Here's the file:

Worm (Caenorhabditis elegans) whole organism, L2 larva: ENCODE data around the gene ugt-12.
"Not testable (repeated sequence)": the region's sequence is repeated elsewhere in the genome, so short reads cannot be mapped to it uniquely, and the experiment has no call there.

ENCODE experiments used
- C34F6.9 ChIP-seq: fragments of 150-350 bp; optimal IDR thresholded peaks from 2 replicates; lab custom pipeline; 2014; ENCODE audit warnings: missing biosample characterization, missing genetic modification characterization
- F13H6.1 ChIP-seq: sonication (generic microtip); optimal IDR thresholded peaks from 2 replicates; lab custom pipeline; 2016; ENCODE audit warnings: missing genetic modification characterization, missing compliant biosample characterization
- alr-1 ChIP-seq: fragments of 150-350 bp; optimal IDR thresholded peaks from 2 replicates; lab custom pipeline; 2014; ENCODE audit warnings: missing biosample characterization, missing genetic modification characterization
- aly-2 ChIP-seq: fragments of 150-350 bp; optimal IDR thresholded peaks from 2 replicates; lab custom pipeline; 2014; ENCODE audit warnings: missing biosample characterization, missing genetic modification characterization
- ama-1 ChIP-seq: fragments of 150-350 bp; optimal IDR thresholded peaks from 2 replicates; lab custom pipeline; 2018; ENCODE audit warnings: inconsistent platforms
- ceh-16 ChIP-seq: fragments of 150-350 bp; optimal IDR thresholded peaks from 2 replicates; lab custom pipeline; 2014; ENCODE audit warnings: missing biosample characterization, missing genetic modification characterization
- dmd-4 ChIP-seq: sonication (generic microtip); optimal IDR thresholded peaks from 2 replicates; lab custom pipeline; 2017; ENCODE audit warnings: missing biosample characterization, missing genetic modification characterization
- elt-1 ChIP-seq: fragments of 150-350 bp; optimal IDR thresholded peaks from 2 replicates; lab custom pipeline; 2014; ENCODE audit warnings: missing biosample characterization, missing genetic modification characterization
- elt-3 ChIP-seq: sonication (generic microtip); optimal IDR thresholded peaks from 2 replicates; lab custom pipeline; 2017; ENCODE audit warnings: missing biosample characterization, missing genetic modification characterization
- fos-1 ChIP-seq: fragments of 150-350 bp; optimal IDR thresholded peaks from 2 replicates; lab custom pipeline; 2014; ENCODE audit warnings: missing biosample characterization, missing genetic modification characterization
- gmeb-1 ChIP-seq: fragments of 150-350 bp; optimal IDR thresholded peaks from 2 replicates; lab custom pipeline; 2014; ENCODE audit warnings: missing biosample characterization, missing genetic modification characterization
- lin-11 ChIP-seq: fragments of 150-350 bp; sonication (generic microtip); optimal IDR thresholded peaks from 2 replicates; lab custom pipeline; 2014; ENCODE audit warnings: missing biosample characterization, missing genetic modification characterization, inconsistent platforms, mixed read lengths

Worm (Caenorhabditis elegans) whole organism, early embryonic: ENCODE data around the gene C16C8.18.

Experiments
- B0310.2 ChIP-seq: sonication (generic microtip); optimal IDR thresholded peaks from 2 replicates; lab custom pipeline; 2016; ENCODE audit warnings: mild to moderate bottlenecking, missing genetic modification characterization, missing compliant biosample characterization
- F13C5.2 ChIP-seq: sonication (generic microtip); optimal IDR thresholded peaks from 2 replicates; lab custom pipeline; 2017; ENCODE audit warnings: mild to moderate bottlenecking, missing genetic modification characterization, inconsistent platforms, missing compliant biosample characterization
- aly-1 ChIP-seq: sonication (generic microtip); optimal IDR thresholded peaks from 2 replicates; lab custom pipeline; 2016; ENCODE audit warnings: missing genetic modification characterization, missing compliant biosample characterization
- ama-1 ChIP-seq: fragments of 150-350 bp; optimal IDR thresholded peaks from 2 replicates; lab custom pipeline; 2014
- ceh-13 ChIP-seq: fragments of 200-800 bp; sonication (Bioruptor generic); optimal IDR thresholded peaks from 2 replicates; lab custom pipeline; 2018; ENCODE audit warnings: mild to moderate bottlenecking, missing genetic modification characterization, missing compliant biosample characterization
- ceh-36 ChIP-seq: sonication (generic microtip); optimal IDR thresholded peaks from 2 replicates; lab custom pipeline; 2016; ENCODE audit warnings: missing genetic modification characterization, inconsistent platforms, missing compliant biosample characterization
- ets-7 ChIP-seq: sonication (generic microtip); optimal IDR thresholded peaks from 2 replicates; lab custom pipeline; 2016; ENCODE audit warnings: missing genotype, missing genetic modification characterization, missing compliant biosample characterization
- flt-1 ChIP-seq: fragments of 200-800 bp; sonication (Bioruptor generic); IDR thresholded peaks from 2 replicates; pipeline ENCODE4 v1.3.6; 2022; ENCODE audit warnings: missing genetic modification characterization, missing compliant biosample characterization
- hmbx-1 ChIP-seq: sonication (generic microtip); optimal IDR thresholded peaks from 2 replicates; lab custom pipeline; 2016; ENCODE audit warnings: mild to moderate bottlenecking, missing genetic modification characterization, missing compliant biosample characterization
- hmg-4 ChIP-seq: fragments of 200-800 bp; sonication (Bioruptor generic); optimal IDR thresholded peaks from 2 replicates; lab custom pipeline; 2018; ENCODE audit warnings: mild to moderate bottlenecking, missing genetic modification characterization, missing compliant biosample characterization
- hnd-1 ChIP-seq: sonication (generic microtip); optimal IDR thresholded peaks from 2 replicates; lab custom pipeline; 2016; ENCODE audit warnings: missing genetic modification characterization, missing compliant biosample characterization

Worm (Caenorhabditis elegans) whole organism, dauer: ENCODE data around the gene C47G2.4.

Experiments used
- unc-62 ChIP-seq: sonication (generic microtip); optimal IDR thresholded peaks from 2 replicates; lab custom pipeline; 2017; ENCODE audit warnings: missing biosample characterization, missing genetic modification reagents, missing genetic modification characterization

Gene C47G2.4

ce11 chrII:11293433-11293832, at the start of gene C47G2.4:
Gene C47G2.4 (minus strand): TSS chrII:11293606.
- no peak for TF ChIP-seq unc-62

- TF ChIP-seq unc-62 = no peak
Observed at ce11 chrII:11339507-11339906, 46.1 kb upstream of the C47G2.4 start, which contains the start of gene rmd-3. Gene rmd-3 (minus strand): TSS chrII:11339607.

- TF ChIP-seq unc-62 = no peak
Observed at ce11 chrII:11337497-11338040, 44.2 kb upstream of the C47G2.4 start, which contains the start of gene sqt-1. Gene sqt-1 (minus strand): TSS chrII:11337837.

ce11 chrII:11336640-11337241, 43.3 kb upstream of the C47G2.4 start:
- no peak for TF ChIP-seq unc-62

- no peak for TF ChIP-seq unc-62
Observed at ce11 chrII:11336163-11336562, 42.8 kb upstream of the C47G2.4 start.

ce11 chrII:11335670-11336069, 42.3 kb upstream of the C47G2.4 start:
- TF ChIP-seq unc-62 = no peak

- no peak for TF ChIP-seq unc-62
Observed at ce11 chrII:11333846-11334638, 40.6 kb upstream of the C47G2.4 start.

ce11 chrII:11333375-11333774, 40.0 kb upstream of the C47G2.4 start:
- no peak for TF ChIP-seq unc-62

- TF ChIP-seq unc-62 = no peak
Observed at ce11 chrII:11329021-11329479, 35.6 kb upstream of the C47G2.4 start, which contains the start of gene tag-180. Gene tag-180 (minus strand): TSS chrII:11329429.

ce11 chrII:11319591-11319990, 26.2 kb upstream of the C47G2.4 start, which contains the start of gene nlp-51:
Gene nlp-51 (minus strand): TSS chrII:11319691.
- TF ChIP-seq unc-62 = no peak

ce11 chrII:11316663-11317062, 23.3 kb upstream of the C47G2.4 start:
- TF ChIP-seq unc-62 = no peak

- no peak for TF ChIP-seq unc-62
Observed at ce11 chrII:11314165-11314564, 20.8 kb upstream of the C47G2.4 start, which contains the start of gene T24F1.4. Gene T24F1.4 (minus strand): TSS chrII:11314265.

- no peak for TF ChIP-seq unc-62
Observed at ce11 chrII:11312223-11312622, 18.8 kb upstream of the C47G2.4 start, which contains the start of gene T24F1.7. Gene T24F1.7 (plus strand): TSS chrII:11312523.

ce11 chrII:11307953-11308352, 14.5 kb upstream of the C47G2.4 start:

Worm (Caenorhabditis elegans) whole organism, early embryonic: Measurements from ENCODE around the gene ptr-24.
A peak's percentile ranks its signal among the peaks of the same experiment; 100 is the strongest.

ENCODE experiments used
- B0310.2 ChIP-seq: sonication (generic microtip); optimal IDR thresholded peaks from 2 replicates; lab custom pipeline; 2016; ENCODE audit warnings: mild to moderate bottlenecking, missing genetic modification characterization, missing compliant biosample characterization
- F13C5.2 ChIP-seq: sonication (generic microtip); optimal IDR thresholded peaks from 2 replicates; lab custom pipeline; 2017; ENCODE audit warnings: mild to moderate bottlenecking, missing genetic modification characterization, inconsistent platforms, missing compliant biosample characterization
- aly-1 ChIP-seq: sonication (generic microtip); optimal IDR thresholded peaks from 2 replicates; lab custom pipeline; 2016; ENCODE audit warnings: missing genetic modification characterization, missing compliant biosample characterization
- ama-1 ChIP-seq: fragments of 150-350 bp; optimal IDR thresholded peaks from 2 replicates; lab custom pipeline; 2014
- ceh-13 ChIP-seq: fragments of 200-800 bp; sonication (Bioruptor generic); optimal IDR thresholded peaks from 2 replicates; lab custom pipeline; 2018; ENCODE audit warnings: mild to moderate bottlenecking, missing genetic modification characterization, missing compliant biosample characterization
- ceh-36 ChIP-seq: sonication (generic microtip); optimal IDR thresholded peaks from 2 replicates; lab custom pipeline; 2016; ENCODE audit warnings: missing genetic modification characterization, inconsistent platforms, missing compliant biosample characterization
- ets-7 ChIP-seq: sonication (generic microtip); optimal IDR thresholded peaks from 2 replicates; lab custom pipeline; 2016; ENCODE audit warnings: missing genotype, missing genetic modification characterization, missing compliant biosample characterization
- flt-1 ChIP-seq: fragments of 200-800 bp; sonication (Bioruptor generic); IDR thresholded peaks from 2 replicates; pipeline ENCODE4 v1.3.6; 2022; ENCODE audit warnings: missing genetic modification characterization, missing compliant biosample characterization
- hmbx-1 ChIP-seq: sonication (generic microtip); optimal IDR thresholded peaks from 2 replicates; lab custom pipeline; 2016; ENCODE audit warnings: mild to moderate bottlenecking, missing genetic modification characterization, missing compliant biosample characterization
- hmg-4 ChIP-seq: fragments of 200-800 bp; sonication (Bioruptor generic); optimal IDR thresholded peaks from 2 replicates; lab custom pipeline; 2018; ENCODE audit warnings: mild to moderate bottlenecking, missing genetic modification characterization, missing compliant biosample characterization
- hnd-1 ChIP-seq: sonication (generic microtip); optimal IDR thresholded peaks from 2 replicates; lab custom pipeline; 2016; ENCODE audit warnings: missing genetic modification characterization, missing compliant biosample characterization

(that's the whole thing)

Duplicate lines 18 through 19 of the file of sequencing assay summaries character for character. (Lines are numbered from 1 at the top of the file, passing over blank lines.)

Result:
- B0310.2 ChIP-seq: sonication (generic microtip); optimal IDR thresholded peaks from 2 replicates; lab custom pipeline; 2016; ENCODE audit warnings: mild to moderate bottlenecking, missing genetic modification characterization, missing compliant biosample characterization
- F13C5.2 ChIP-seq: sonication (generic microtip); optimal IDR thresholded peaks from 2 replicates; lab custom pipeline; 2017; ENCODE audit warnings: mild to moderate bottlenecking, missing genetic modification characterization, inconsistent platforms, missing compliant biosample characterization